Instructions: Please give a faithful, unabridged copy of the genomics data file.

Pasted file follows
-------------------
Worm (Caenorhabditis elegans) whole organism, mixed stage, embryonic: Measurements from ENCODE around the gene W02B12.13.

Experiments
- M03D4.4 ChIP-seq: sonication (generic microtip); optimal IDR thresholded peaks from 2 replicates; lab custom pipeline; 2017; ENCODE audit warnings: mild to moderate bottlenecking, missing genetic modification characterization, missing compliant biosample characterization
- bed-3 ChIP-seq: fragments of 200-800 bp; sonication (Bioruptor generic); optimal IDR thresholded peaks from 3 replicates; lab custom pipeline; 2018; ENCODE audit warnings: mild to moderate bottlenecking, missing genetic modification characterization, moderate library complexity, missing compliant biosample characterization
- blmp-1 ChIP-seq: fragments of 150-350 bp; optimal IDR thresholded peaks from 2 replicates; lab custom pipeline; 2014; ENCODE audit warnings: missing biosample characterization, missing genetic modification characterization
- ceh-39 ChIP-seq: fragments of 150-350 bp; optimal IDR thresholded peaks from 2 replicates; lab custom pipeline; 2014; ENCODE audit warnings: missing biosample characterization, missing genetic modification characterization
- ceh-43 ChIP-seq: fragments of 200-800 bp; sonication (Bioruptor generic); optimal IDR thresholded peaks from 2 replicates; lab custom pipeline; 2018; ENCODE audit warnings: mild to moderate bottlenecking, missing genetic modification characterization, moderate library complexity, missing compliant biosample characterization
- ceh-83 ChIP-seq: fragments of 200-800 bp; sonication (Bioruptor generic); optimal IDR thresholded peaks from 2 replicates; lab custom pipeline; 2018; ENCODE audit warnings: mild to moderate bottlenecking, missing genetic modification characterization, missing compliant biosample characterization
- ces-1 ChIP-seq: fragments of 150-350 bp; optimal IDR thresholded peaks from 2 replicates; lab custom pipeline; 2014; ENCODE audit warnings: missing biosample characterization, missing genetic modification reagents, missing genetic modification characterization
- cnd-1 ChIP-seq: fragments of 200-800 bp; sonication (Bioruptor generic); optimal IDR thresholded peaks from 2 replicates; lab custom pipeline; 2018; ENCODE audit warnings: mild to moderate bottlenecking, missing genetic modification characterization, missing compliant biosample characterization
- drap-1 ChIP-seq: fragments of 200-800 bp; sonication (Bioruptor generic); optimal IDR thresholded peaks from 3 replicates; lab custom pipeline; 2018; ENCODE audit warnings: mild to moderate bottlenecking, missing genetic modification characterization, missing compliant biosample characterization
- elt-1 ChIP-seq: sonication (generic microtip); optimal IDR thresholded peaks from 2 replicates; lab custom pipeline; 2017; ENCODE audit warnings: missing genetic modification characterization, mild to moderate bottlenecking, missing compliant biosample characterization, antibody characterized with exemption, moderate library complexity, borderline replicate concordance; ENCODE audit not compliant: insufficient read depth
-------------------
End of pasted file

Worm (Caenorhabditis elegans) whole organism, mixed stage, embryonic: Measurements from ENCODE around the gene W02B12.13.

Experiments
- M03D4.4 ChIP-seq: sonication (generic microtip); optimal IDR thresholded peaks from 2 replicates; lab custom pipeline; 2017; ENCODE audit warnings: mild to moderate bottlenecking, missing genetic modification characterization, missing compliant biosample characterization
- bed-3 ChIP-seq: fragments of 200-800 bp; sonication (Bioruptor generic); optimal IDR thresholded peaks from 3 replicates; lab custom pipeline; 2018; ENCODE audit warnings: mild to moderate bottlenecking, missing genetic modification characterization, moderate library complexity, missing compliant biosample characterization
- blmp-1 ChIP-seq: fragments of 150-350 bp; optimal IDR thresholded peaks from 2 replicates; lab custom pipeline; 2014; ENCODE audit warnings: missing biosample characterization, missing genetic modification characterization
- ceh-39 ChIP-seq: fragments of 150-350 bp; optimal IDR thresholded peaks from 2 replicates; lab custom pipeline; 2014; ENCODE audit warnings: missing biosample characterization, missing genetic modification characterization
- ceh-43 ChIP-seq: fragments of 200-800 bp; sonication (Bioruptor generic); optimal IDR thresholded peaks from 2 replicates; lab custom pipeline; 2018; ENCODE audit warnings: mild to moderate bottlenecking, missing genetic modification characterization, moderate library complexity, missing compliant biosample characterization
- ceh-83 ChIP-seq: fragments of 200-800 bp; sonication (Bioruptor generic); optimal IDR thresholded peaks from 2 replicates; lab custom pipeline; 2018; ENCODE audit warnings: mild to moderate bottlenecking, missing genetic modification characterization, missing compliant biosample characterization
- ces-1 ChIP-seq: fragments of 150-350 bp; optimal IDR thresholded peaks from 2 replicates; lab custom pipeline; 2014; ENCODE audit warnings: missing biosample characterization, missing genetic modification reagents, missing genetic modification characterization
- cnd-1 ChIP-seq: fragments of 200-800 bp; sonication (Bioruptor generic); optimal IDR thresholded peaks from 2 replicates; lab custom pipeline; 2018; ENCODE audit warnings: mild to moderate bottlenecking, missing genetic modification characterization, missing compliant biosample characterization
- drap-1 ChIP-seq: fragments of 200-800 bp; sonication (Bioruptor generic); optimal IDR thresholded peaks from 3 replicates; lab custom pipeline; 2018; ENCODE audit warnings: mild to moderate bottlenecking, missing genetic modification characterization, missing compliant biosample characterization
- elt-1 ChIP-seq: sonication (generic microtip); optimal IDR thresholded peaks from 2 replicates; lab custom pipeline; 2017; ENCODE audit warnings: missing genetic modification characterization, mild to moderate bottlenecking, missing compliant biosample characterization, antibody characterized with exemption, moderate library complexity, borderline replicate concordance; ENCODE audit not compliant: insufficient read depth